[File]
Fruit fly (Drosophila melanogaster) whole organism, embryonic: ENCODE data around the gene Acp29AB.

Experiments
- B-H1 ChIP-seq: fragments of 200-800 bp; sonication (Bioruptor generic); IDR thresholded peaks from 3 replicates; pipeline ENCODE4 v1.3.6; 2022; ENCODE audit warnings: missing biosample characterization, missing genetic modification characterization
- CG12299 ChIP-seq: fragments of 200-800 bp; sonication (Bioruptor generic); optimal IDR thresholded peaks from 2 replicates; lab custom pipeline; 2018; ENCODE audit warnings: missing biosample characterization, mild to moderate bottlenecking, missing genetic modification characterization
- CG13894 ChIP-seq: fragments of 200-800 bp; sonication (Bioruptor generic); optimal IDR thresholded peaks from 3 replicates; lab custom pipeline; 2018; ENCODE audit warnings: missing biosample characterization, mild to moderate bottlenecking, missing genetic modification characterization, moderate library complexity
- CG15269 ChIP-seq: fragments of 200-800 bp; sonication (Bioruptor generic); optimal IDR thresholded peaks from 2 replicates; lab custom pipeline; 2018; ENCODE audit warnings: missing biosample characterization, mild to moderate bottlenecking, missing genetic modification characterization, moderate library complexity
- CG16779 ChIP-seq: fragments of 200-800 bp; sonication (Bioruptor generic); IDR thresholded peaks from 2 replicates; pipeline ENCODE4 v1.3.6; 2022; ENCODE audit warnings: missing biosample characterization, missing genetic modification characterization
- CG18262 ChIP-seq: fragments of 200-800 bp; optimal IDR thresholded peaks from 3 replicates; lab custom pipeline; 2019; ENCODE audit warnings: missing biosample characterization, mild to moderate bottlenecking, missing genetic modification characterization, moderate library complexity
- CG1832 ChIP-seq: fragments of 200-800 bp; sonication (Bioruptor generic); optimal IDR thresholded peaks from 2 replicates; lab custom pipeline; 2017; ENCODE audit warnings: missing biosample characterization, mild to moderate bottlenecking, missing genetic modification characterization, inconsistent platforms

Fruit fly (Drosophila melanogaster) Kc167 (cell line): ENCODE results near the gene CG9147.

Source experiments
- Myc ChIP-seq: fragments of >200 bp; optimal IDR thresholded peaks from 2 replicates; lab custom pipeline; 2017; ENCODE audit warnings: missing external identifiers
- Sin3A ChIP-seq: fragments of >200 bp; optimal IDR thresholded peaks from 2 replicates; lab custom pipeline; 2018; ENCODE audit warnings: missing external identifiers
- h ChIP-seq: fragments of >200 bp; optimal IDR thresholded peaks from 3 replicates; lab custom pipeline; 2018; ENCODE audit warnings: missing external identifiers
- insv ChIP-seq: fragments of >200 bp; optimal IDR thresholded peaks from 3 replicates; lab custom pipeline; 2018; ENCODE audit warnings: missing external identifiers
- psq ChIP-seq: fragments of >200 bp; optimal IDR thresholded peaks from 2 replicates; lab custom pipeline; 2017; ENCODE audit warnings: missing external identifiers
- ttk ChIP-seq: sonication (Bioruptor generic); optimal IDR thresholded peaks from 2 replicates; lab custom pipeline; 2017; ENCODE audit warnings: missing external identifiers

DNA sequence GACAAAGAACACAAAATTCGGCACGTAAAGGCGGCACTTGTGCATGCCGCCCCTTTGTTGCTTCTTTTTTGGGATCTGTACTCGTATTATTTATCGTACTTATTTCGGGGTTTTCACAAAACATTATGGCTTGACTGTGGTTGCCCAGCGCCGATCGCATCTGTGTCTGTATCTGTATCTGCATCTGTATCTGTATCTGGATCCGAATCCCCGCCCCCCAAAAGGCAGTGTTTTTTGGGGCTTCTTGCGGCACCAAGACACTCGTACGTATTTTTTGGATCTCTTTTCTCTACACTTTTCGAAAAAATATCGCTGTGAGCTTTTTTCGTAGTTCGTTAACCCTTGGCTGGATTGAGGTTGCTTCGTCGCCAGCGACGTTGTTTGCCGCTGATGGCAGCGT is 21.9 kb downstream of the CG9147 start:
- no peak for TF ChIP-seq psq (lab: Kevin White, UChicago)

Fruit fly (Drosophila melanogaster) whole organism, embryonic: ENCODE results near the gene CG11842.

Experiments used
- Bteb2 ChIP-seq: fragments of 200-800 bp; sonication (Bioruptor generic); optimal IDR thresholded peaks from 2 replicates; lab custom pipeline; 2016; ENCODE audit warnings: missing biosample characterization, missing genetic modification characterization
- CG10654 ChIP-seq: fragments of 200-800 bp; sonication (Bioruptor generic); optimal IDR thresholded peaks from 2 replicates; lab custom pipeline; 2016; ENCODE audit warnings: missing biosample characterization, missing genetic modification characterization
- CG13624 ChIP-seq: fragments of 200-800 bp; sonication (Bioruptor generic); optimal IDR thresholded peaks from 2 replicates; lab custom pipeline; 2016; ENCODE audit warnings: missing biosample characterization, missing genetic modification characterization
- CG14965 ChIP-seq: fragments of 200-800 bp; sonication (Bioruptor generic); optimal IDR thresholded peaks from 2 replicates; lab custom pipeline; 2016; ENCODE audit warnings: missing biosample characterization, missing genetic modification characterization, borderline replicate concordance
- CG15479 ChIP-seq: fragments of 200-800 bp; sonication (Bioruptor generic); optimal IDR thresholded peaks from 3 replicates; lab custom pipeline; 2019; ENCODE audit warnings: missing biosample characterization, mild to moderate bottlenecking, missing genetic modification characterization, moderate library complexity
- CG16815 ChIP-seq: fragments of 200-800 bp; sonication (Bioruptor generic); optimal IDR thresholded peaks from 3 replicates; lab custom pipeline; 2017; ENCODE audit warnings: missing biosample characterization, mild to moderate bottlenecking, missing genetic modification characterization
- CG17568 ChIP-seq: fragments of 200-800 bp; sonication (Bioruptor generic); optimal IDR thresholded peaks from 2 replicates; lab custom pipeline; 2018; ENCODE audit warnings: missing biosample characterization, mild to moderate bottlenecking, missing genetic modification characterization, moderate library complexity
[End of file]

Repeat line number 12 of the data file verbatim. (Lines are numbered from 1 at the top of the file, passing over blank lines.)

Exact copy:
- Myc ChIP-seq: fragments of >200 bp; optimal IDR thresholded peaks from 2 replicates; lab custom pipeline; 2017; ENCODE audit warnings: missing external identifiers